9th Grade Social Studies

 

People in Societies

Geography Economics Government  

Citizenship Rights and Responsibilities

 

 

Social Studies Skills and Methods

 


 

 History

(Based on State of Ohio Curriculum Standards)

1. Explain how Enlightenment ideas produced enduring effects on political, economic and cultural institutions, including challenges to religious authority, monarchy and absolutism
  1. The European Enlightenment
    The European Enlightenment is designed as a learning module in the form of a "research textbook." The module provides more information and in more detail than the average freshman level world cultures/history/civilizations textbook. The resources in this module include an historical text, a discussion of culture and religion, an historical atlas, a glossary of terms, a text of primary readings, a gallery, a hypertext bibliography of internet resources, and administrative texts.
  2. English Bill of Rights 1689
    Text of the 1689 English Bill of Rights.
  3. You Say You Want A Revolution
    This is a Web Quest dealing with the English Civil War and the French Revolution.
  4. The Growth of the Democratic Tradition: The Age of Enlightenment                                                                                       This lesson provides an overview of the Enlightenment. There are a variety of activities from which to choose which allow the individual teacher to adapt each one to their individual classroom. The activities are appropriate for most students, and can be adapted to many different learning styles. There is only one activity that includes an alternative activity for more advanced students. The reading level appears appropriate for the grade level and has a very extensive glossary to help students.
2. Explain connections among Enlightenment ideas, the American Revolution, the French Revolution and Latin American wars for independence.
  1. The French Revolution - History Channel
    This web site goes along with the History Channel documentary about the French Revolution. Here you will find and interactive timeline, a hangman game, photo gallery, and more.
  2. The Road to Revolution game
    Test your knowledge about the American Revolution, and see if you can navigate your way to independence. Every correct answer gets you closer to liberty!
  3. Simon Bolivar and the Latin American Wars of Independence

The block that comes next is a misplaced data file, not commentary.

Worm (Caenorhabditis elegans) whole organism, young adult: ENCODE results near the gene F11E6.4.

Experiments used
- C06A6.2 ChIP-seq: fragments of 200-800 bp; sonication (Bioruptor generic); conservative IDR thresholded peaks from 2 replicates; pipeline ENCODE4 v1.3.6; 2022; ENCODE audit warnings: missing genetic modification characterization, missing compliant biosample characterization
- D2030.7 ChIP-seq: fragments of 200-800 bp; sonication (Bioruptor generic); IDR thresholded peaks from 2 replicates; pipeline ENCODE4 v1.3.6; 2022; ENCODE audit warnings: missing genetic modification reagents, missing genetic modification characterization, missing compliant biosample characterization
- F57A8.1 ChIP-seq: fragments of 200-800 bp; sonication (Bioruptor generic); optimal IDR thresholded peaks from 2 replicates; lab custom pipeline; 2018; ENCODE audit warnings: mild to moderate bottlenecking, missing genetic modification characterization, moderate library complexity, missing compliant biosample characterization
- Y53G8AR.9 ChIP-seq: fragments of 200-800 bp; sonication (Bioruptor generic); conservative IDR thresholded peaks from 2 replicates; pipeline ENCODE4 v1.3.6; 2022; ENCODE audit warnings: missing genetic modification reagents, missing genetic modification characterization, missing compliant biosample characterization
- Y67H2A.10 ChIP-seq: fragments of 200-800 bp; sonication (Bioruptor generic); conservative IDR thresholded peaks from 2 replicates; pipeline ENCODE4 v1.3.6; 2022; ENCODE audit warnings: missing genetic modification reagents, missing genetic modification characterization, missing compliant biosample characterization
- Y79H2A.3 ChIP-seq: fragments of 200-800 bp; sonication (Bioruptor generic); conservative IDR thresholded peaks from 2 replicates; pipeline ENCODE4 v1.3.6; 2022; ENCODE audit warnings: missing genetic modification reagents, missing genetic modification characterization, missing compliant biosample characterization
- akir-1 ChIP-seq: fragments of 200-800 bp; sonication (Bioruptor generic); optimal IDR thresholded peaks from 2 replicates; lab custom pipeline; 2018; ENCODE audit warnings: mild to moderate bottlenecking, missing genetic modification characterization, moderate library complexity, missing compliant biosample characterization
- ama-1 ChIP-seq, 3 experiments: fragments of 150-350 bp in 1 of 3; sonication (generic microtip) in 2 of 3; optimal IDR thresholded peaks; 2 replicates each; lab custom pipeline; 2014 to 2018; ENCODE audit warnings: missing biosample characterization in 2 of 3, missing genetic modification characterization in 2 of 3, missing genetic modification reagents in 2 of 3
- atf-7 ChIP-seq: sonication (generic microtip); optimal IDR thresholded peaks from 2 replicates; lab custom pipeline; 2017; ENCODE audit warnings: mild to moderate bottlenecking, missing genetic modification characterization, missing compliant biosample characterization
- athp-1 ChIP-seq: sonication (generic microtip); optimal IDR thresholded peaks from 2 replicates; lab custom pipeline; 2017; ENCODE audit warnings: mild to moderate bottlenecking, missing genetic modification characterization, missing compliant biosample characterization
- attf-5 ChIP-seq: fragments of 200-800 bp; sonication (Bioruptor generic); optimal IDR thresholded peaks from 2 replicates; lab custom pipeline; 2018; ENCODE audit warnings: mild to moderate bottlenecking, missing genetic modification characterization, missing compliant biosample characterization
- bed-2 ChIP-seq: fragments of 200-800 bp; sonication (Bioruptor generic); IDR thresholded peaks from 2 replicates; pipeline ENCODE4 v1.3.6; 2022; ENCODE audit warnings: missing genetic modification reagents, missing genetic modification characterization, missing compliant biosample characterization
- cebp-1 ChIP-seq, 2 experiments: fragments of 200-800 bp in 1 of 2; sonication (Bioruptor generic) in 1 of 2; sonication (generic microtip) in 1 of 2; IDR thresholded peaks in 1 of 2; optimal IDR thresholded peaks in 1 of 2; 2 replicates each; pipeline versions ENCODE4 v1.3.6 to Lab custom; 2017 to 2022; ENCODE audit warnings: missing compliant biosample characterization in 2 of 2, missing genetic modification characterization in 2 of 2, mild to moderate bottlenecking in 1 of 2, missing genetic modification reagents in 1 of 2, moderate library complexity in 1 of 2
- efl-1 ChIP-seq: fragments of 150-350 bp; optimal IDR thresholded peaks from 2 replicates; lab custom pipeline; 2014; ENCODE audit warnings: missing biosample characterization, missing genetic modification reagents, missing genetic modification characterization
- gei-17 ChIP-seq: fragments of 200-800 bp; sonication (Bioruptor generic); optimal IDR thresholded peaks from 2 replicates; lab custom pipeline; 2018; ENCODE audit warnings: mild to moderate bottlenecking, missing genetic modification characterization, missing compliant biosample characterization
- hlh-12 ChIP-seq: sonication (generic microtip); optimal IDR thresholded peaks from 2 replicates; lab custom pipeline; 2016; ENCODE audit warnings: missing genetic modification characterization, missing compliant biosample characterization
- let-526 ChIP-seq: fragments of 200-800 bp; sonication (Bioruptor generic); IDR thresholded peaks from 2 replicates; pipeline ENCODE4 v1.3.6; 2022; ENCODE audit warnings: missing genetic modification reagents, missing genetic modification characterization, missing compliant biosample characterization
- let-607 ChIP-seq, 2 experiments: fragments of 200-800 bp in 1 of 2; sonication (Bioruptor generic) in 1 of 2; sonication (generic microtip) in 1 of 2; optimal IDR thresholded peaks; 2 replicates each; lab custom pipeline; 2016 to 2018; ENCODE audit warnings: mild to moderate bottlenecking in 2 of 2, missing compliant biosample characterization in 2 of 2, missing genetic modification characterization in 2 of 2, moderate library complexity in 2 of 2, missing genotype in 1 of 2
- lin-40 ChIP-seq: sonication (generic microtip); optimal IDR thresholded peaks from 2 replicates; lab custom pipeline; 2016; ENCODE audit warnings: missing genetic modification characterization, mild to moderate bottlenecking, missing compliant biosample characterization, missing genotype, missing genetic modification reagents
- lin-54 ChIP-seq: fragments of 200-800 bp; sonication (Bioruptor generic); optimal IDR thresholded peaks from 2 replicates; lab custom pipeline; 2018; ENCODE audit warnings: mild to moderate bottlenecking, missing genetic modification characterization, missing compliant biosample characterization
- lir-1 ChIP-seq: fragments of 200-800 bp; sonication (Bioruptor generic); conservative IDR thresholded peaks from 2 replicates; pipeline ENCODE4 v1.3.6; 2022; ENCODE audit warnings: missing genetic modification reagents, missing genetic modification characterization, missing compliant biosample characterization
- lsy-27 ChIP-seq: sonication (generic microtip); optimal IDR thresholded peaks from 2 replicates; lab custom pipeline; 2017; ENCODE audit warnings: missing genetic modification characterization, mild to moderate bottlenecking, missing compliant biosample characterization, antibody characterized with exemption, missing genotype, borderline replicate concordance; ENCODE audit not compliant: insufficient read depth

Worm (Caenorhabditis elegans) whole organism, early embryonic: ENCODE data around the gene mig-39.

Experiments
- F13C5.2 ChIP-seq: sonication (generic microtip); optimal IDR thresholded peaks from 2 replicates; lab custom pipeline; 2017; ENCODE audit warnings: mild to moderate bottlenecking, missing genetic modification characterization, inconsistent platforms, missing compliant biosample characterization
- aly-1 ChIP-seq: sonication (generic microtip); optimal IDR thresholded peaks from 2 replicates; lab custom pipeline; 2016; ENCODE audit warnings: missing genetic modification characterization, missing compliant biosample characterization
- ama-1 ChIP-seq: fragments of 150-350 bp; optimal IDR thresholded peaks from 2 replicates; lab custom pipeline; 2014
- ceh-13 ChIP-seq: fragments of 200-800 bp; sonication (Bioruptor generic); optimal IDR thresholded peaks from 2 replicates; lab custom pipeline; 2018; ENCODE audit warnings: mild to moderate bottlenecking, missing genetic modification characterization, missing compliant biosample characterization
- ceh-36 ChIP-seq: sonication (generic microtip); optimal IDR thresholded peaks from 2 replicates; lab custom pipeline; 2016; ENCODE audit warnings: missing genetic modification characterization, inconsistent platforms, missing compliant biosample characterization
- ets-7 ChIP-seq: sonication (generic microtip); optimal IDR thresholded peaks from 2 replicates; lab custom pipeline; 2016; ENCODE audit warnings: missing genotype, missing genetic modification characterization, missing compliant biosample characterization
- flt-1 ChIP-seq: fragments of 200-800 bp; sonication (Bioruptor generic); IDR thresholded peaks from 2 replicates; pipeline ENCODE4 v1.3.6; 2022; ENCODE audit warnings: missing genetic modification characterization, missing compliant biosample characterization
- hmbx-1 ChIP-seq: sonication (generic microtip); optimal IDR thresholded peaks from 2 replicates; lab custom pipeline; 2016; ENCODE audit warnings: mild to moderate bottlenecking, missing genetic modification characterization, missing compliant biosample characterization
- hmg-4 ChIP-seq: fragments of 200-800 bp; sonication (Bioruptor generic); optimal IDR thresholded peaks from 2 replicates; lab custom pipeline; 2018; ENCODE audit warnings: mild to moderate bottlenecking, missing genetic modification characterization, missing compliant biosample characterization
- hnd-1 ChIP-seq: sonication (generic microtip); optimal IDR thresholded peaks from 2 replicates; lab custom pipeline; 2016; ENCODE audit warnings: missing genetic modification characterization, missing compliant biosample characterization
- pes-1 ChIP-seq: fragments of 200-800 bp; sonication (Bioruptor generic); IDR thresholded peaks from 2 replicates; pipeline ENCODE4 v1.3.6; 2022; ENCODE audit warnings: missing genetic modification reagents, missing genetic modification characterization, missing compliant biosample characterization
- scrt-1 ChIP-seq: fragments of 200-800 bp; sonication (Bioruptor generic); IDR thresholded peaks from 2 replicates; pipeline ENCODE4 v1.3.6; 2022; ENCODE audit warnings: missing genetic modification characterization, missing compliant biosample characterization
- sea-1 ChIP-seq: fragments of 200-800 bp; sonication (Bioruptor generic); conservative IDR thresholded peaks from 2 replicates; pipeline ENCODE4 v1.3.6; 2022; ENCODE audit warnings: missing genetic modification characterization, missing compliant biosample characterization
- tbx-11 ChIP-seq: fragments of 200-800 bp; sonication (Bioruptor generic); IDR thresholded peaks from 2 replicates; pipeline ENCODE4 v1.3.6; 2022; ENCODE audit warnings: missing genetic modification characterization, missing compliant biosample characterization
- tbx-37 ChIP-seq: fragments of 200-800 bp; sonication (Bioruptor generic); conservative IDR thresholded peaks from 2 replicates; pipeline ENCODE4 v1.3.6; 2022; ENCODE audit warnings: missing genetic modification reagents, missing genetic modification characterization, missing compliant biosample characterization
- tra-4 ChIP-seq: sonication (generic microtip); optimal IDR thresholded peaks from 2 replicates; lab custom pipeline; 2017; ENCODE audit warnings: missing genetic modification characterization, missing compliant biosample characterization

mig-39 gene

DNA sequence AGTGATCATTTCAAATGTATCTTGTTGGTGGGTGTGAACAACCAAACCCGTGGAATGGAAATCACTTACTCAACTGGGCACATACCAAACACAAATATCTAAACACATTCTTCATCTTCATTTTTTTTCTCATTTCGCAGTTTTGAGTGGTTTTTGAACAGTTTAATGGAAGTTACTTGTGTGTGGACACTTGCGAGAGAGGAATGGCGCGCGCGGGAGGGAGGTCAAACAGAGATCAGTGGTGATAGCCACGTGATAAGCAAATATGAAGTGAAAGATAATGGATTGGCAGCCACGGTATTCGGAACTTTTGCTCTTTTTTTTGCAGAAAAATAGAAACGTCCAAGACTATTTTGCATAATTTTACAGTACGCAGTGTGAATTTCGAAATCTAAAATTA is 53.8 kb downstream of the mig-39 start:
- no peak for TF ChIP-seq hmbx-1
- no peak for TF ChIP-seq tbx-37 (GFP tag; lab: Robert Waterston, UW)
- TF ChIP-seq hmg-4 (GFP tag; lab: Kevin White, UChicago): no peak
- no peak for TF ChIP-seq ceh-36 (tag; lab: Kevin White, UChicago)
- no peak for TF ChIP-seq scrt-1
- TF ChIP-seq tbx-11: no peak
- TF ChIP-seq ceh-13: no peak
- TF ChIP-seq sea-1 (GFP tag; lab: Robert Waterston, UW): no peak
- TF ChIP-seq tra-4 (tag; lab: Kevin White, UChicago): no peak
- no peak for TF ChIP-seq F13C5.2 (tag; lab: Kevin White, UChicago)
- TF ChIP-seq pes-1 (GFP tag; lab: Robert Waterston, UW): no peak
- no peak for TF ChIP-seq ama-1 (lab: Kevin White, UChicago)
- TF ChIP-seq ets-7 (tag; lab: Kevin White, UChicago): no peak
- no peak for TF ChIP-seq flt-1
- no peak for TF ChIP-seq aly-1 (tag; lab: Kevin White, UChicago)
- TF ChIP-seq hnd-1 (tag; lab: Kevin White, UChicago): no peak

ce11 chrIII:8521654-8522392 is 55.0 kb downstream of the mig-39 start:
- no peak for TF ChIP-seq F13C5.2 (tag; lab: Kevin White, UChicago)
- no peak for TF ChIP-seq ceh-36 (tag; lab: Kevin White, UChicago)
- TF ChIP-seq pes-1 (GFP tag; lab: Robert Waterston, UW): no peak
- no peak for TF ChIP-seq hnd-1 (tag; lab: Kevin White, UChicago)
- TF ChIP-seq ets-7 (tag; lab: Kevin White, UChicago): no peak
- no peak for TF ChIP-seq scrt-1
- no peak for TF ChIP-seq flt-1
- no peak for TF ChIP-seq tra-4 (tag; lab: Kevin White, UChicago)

This web site has a good reference article written about the Latin American Wars of Independence.
3. Explain the causes and effects of the Industrial Revolution with emphasis on
a. how scientific and technological changes promoted industrialization in the textile industry in England
b. the impact of the growth of population, rural-to-urban migrations, growth of industrial cities and emigration out of Europe
c. the changing role of labor and the rise of the union movement
d. changes in living and working conditions for the early industrial working class, especially women and children
e. the growth of industrialization around the world
  1. Ohio Women
    This site uses pages of information, pictures, and primary sources to explain the struggles, accomplishments, and daily life of Ohio women and their influence both locally and nationally.
  2. Age of Industry
    This web site has dozens of links (with helpful descriptions) to excellent sites concerning agriculture, transportation, communication and textiles in the Industrial Revolution.
  3. The Plight of Women's Work in the Early Industrial Revolution in England and Wales
    This site has diaries, primary text items and pictures from factories and mines during the early Industrial Revolution dealing with the labor of women and children. Each section has questions at the end to help the user assess what they have learned.
  4. British Textile Industry
    This site has a complete history of the British textile industry from the domestic system to the 1950s. It includes information on the inventors, inventions, and interviews with factory workers. There is also a Child Labour Debate Activity and a Child Labour Simulation available on the site.
  5. Sunday Creek Coal Mine #6 Photograph                                 This photograph from the 1940s shows the Sunday Creek Coal Mine #6 in Millfield, Ohio, the site of one of the worst mining disasters in Ohio's history. On November 5, 1930, a buildup of methane gas exploded when the trolley the miners used to carry coal out of the mine produced a spark on the track. Eighty-two men were killed. This visual exemplifies the dangerous job conditions that were an effect of the American Industrial Revolution.
  6. Was There an Industrial Revolution? Americans at Work Before the Civil War                                                                        This lesson deals with the US prior to the Civil War and address the social, political and economic effects of industrialization. The many primary sources included provide the teacher and student with a variety of great documents from which to choose to understand the time period. The variety of suggestions included in the lesson plan enable the teacher to adapt this lesson to a variety of settings. This lesson provides a sufficiently diverse set of suggested activities to meet nearly any need.